Adaptation and Loss and Damage

Climate Change Adaptation and Loss & Damage, associated with the adverse effects of climate change, are among the priority thematic areas of our work. We aim to build on scientific evidence and information related to these issues to assist governments in designing policies and programmes to address the needs of the most vulnerable.

 ©Florent Baarsch / Climate Analytics
©Florent Baarsch / Climate Analytics

Our programs and studies mainly focus on scientific and economic analysis of adaptation options, including cost of residual damages and policy inputs. Our policy experts play an important role in providing real-time support and advice to delegates at UN Climate change negotiations on issues related to adaptation and loss and damage. Our experts have contributed to Africa’s Adaptation Gap reports, published in 2013 and 2015, and for the global level and study on Loss and Damage in Africa.

Latest

Climate Analytics experts on international law, climate impacts, climate finance and economics were invited to contribute to the Climate Vulnerable Forum’s events 11-15 August, bringing together key leaders of climate vulnerable countries in the Philippines.  
PANOS Caribbean, together with Friedrich Ebert Stiftung (FES), will today launch a two-day climate change workshop geared at helping to advance the interests of Caribbean small-island developing states.The workshop, which is to see the participation of some 12 journalists and eight artistes from the region, is being held in St Lucia, ahead of this year's international climate talks set for Paris, France in December. The workshop - done with co-financing from Climate Analytics, the Organisation of Eastern Caribbean States and the Caribbean Community Climate Change Centre - forms a part of a larger Panos project for which they continue to fundraise.  
From April 22nd to Friday 24th, Climate Analytics organised a workshop on the relation between climate change and economic growth in Africa. It was held in partnership with the African Development Bank (AfDB), the United Nations Economic Commission for Africa (UNECA) and the United Nations Environment Programme (UNEP). The workshop took place at AfDB’s headquarter in Abidjan (Côte d’Ivoire).  

Publications

The latest in UNEP’s Adaptation Gap Report series looks at the difference between adaptation costs in developing countries and funds currently available - the 'adaptation finance gap'. The report identifies trends and highlights challenges associated with measuring progress towards fulfilling the adaptation finance gap, while informing national and international efforts to advance adaptation. It analyses the ‘adaptation finance gap’ against the background of the provisions laid out in the Paris Agreement, and benefits from the insights included in the INDCs.  
The concept of non-economic loss and damage (NELD) captures the impacts of climate change that are hard to quantify and often go unnoticed by the outside world, such as the loss of traditional ways of living, cultural heritage and biodiversity. It also encapsulates losses whose valuation raises ethical concerns – loss of life and human health. This discussion paper offers a clarification of the concept and analyses the challenges in addressing NELD.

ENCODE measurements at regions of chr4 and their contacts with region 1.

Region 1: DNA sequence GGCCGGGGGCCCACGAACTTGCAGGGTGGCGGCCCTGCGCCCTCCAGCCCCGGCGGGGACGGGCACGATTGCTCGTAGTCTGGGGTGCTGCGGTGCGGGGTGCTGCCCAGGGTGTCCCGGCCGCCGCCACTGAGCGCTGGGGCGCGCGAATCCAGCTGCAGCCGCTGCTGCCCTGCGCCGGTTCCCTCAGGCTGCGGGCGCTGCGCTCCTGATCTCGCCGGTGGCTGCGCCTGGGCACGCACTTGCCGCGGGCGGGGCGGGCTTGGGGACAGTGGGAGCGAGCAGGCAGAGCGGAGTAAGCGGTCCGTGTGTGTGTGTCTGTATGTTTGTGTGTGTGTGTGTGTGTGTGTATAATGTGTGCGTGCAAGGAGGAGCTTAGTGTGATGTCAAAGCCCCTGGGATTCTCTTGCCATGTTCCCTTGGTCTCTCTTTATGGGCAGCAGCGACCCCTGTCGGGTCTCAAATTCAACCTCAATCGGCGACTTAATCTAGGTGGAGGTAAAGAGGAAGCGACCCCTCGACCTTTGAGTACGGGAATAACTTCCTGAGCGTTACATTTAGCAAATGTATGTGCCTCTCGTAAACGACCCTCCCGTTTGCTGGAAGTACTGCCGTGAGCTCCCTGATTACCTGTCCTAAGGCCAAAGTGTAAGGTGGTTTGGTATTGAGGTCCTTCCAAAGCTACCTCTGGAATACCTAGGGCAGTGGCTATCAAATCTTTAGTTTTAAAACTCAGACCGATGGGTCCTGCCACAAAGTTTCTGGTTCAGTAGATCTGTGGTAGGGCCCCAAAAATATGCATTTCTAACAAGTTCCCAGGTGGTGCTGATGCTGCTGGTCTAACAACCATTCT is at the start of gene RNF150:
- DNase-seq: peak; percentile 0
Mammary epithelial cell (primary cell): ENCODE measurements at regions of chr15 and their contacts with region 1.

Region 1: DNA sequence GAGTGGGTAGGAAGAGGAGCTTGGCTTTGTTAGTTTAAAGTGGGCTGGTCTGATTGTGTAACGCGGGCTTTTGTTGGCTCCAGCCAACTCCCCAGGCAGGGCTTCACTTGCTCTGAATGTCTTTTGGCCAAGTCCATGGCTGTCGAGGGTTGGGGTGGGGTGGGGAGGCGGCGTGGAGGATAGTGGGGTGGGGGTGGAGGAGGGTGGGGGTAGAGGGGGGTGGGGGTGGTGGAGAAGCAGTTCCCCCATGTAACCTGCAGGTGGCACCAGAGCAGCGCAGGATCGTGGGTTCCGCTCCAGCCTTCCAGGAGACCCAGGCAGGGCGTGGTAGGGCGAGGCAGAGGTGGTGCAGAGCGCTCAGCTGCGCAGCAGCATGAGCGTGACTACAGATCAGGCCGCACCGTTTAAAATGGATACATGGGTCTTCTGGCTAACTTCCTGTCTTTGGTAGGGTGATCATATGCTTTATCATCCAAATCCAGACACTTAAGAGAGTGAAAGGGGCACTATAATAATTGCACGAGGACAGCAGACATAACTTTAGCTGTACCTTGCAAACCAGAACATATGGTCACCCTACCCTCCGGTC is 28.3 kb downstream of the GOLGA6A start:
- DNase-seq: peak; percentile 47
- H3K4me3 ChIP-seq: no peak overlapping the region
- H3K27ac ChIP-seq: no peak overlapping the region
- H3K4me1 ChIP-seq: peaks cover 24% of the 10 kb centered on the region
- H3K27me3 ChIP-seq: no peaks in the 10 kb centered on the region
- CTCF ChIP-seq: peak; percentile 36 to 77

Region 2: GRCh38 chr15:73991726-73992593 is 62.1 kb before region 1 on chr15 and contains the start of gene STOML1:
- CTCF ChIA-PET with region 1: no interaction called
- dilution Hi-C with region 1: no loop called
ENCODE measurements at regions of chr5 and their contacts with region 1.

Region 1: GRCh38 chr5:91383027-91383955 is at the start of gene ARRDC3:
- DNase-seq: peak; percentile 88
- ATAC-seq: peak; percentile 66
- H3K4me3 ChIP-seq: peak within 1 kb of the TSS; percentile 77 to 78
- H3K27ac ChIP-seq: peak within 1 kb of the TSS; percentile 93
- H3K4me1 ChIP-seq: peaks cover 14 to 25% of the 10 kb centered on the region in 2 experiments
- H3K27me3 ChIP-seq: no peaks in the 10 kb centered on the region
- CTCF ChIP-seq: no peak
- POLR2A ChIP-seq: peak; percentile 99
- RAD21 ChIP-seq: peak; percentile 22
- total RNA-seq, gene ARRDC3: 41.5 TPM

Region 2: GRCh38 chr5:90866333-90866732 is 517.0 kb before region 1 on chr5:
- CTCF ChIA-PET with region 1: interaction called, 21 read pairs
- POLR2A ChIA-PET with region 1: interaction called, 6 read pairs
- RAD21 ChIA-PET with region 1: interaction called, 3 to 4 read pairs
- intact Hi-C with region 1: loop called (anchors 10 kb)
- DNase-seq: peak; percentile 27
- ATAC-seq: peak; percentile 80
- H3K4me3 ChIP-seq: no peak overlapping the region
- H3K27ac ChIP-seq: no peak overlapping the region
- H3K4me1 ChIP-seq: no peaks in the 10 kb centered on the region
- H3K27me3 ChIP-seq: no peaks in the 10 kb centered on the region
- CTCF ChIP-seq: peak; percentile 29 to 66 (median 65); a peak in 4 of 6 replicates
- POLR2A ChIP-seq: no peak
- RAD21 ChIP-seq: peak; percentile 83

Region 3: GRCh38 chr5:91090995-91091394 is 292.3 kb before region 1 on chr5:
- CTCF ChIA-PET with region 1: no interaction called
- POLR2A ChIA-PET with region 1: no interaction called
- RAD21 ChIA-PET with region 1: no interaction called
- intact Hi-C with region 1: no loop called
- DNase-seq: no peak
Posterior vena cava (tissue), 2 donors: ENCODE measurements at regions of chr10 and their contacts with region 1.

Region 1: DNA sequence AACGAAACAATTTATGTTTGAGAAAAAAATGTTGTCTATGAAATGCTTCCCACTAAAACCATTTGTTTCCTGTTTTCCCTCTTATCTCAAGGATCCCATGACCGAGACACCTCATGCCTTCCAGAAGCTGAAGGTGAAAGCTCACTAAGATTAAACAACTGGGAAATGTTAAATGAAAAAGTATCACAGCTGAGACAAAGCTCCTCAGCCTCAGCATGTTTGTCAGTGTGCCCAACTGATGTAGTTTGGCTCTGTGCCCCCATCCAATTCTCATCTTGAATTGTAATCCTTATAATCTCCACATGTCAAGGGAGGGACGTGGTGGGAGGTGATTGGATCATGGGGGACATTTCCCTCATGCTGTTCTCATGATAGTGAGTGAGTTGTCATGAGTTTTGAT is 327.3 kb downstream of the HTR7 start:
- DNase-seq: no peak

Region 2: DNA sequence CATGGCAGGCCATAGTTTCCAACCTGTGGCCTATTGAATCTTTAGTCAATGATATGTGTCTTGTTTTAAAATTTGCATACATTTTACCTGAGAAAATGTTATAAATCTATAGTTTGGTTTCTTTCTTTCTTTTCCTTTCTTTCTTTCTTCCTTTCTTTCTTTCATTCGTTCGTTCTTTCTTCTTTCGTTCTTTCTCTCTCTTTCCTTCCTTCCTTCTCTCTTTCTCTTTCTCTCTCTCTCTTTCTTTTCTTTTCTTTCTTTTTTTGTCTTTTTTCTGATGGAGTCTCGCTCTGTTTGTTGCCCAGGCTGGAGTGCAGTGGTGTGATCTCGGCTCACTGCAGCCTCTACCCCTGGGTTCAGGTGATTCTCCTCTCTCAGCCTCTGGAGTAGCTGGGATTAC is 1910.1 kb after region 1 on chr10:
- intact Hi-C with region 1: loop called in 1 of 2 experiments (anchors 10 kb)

Non-economic loss and damage (NELD) has emerged as a new concept in the negotiations under the United Nations Framework Convention on Climate Change (UNFCCC). It refers to the negative impacts of climate change that are difficult to measure or quantify. The value of NELD cannot easily be expressed in monetary terms, which has left them mostly neglected in climate-risk and cost estimates. This briefing paper looks at the definitions, challenges and policy implication of NELD.  
Produced in collaboration with the African Climate Finance Hub, the report says deep global emissions reductions are the best way to head off Africa’s crippling adaptation costs. It also finds that the continent’s domestic resources are insufficient to respond to projected impacts, but would be important to complement international funding for African countries – including meeting the Cancun climate finance commitments by 2020. The report also explores the extent to which African nations can contribute to closing the adaptation gap – especially in the area of identifying the resources that will be needed.  
The first UNEPAdaptation Gap Report serves as a preliminary assessment of global adaptation gaps in finance, technology and knowledge, and lays out a framework for future work on better defining and bridging these gaps.  
Africa is anticipated to be confronted with the severest adverse effects of human-induced climate change, compared to most other regions of the world, due to a combination of particularly severe projected impacts and relatively low adaptive capacity (e.g. IPCC AR4, World Bank 2013). The need for adaptation is expected to be high in Africa, especially in light of the existing deficit in adaptation to current climate variability and climate change. However, under any scenario of global mitigation and strong regional adaptation efforts, considerable adverse effects of climate change on Africa will remain, resulting in loss and damage.  

Projects

The "Climate Action Tracker" is an independent science-based assessment, which tracks the emission commitments and actions of countries.  
Produced for the AMCEN, the research aims at improving and understanding science related to loss and damage in Africa, as well as the existing mechanisms to address loss and damage and their limitations. The research also explores the options for institutional arrangements on loss and damage under the UNFCC and investigates the next steps related to the Warsaw International Mechanism for Loss and Damage. Project Period: 2013 - 2014